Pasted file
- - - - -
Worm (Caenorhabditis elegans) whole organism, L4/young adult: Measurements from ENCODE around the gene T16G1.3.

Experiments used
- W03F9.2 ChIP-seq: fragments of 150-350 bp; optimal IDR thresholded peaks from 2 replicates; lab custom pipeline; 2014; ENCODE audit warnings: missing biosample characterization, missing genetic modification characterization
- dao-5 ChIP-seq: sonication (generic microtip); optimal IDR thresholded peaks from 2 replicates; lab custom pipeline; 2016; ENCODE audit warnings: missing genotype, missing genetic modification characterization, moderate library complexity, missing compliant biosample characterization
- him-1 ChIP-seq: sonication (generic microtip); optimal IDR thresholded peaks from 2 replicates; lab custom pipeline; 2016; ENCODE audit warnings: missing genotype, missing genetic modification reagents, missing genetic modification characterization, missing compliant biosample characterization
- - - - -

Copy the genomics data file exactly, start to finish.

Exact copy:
Worm (Caenorhabditis elegans) whole organism, L4/young adult: Measurements from ENCODE around the gene T16G1.3.

Experiments used
- W03F9.2 ChIP-seq: fragments of 150-350 bp; optimal IDR thresholded peaks from 2 replicates; lab custom pipeline; 2014; ENCODE audit warnings: missing biosample characterization, missing genetic modification characterization
- dao-5 ChIP-seq: sonication (generic microtip); optimal IDR thresholded peaks from 2 replicates; lab custom pipeline; 2016; ENCODE audit warnings: missing genotype, missing genetic modification characterization, moderate library complexity, missing compliant biosample characterization
- him-1 ChIP-seq: sonication (generic microtip); optimal IDR thresholded peaks from 2 replicates; lab custom pipeline; 2016; ENCODE audit warnings: missing genotype, missing genetic modification reagents, missing genetic modification characterization, missing compliant biosample characterization